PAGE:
Fall sport athletes gear up for a new change in schedules

Relaxing, recovery and training during the off season for fall sport athletes

By Lauren Perry, PerryL4@Findlay.edu

Fall sport athletes at the University of Findlay look forward to a crucial off-season. With winter approaching, fall sports come to an end, while winter sports are off and running.

At UF, multiple sports take place each season. According to the athletic administration staff, around 685 student athletes are at the University. Fall sports include men’s cross country, football, soccer and golf; the women’s sports include volleyball, cross country, soccer and golf. There are also six other sports teams for both men and women’s teams that take place during the winter and spring seasons, which can be found under the University’s athletics website.

The life of a collegiate athlete can be time-consuming, but their off-seasons can free up their schedules and allow for other activities. Football player Vernon Williams described his days while in season as being scripted and structured between practices and other mandated activities.

“We have a routine,” Williams said. “It’s pretty much every week looks like same with practice, meetings and stuff like that.”

Athletes choose to spend their free time in different ways. Some may take this freedom to focus more on school, while others may choose to dedicate this time towards preparing for their next season. Some sports teams require their athletes to keep up with their conditioning and stamina, even when they aren’t in season.

For fall sport athletes, the off-season during winter and summer months can be a crucial time to not only train but focus on team bonding. According to BleacherReport, “winter workouts and summer conditioning help build that camaraderie on the field, but summer goes a long way towards building legitimate friendships within the team dynamic.”

At the University, the football team focuses on team chemistry during the summer as well. Williams also mentioned that the football coaches will occasionally organize some fun games and competitions to keep the team chemistry going during summer workouts.

“In the summer, we do this pool thing where everybody who is working out can show up to this pool and then we [football team] all hangout,” Williams said. “It’s a really good time.”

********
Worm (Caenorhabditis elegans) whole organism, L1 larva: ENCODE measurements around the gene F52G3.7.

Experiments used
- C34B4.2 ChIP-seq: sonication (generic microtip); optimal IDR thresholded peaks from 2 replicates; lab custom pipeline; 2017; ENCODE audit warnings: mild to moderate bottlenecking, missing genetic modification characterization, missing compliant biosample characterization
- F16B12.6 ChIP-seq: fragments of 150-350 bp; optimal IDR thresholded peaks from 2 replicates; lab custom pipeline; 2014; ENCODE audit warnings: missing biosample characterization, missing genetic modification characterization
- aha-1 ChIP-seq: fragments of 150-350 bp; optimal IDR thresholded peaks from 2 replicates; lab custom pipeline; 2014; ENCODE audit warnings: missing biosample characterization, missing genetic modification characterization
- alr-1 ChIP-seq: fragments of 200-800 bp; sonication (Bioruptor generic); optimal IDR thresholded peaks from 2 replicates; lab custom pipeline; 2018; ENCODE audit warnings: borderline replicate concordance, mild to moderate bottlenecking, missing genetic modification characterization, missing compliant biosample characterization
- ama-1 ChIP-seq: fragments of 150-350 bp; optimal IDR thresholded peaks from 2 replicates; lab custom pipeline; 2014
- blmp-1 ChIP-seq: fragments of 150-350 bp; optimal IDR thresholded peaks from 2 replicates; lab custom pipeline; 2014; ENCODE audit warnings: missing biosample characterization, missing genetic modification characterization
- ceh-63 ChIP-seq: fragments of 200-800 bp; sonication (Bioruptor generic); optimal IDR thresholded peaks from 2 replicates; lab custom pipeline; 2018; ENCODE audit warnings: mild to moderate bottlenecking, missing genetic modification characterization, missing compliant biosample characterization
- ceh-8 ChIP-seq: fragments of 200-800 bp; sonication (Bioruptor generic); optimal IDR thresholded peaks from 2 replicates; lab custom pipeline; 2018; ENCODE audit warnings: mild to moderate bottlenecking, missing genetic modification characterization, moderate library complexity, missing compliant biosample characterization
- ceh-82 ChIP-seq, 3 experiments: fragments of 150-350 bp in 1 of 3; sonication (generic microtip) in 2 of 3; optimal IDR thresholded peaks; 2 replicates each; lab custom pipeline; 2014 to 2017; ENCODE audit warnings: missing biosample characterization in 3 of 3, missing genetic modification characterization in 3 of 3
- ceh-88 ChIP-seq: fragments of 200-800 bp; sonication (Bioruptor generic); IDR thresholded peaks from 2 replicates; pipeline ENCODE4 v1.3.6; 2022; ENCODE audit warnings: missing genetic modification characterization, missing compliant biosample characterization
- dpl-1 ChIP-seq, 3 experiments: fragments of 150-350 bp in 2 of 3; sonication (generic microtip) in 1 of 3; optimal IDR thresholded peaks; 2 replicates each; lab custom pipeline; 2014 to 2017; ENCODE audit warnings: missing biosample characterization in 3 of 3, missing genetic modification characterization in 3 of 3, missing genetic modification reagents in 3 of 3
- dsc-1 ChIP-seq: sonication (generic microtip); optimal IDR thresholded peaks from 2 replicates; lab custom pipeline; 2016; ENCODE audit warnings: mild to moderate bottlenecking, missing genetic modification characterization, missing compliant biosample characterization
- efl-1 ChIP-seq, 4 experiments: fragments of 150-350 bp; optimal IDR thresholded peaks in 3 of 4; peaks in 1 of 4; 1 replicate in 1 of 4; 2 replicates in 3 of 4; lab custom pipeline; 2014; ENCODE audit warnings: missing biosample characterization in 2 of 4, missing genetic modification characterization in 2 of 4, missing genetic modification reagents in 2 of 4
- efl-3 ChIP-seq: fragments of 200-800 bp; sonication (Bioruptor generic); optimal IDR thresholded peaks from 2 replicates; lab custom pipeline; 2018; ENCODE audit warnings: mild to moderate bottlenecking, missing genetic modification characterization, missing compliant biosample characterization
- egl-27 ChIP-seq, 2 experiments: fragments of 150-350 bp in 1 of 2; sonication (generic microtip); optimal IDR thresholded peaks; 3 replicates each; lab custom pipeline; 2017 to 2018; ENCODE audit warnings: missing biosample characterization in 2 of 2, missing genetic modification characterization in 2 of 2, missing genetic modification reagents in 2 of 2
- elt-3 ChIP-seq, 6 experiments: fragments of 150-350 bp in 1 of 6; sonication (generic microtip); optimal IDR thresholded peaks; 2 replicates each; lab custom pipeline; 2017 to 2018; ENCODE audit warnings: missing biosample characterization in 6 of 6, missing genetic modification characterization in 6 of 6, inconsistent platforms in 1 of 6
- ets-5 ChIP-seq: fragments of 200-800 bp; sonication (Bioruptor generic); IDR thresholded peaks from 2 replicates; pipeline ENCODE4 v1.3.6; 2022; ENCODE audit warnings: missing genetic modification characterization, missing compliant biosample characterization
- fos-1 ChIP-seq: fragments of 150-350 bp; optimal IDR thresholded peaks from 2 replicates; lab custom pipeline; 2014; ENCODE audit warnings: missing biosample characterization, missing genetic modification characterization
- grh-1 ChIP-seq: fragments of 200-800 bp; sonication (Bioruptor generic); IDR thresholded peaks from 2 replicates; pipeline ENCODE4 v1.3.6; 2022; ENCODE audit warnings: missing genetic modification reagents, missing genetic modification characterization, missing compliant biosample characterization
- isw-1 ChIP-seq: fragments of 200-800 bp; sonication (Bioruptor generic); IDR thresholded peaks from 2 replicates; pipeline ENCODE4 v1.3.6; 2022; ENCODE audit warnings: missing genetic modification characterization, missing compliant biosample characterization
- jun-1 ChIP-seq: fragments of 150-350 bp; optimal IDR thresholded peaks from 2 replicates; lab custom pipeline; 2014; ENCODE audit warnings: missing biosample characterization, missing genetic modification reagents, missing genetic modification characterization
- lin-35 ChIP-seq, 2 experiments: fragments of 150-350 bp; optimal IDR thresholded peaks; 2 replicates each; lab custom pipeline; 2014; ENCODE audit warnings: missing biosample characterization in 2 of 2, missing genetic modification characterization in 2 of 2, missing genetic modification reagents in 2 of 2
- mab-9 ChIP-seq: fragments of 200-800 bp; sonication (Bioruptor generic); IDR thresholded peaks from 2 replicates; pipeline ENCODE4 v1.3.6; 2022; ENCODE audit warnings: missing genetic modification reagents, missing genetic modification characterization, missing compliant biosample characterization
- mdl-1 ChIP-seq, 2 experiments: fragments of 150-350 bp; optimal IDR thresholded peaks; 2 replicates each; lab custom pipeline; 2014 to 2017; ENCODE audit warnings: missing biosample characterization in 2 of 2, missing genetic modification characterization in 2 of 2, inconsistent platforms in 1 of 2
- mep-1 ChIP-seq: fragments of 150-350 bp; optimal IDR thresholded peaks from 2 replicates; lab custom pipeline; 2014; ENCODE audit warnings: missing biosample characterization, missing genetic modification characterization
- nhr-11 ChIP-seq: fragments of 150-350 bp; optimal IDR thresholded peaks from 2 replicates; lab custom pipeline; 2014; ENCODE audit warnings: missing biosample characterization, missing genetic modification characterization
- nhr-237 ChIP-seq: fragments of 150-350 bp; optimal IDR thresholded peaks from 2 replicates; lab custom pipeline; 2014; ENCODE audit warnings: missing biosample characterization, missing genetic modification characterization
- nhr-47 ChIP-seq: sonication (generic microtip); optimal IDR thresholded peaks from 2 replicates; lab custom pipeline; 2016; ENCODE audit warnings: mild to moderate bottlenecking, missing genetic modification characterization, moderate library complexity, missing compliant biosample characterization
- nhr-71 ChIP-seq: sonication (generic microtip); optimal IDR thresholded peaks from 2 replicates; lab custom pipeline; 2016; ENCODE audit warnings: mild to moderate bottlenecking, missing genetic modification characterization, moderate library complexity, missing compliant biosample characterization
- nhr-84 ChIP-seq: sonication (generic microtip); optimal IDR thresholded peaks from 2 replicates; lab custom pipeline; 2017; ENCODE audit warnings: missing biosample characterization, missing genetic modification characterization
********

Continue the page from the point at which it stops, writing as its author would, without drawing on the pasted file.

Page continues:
Along with their team coaches, athletic trainers and strength coaches on campus play a role in keeping the athletes in shape during their off-season. For most athletes, the off-season is also a chance to get stronger and train harder. Strength coach Chad Wagner expressed some of the important aspects of both an athlete’s on and off-season training.

“You’ve got to have that off-season mentality, even though it’s just an in-season lift,” Wagner said. “I think our kids as a whole, especially the sports I’m directly involved with, are actually pretty good at keeping that off season focus and that mentality into it.”

On the other hand, some of the athletes are looking forward to other luxuries they now have time for.

“I’m looking forward to not having stuff to do after classes,” Volleyball player Ava Doster said. “I can just relax, do homework, or I can take a nap.”

For some athletes, their off-season provides time to make money.

“I think my favorite thing to do [in the off-season] is to make some money,” Williams said. “Whether it’s at work, maybe door dashing or doing outside jobs, like painting houses or working on somebody’s car; I like to make money.”

Wagner also stressed the importance of rest and recovery during the athletes down time. “Because of how hard the training is, nutrition and sleep are the two most important things that the kids can do,” Wagner said. “Because their social life and academics come into play, but your body is in its largest recovery mode when you are sleeping, so they need to get the proper amount of rest.”

Wagner further advised the athletes at UF to listen to their bodies, so they are fully ready to prepare and heal for their next season. More time also allows student athletes to focus more on their academics.

“I have a lot more time to commit just to school because we have slightly less practices,” Doster said. “So then the whole afternoon I can dedicate to school.”

Although these student athletes look forward to downtime, they still look forward to the next season.

“I like the being in-season more. During the off-season, there’s a bunch of stress and anticipation preparing for what you don’t even know is going to come,” Williams said. “I like being in season better because now it’s time to compete, time to let out all I’ve trained for, and put the pedal to the floor.”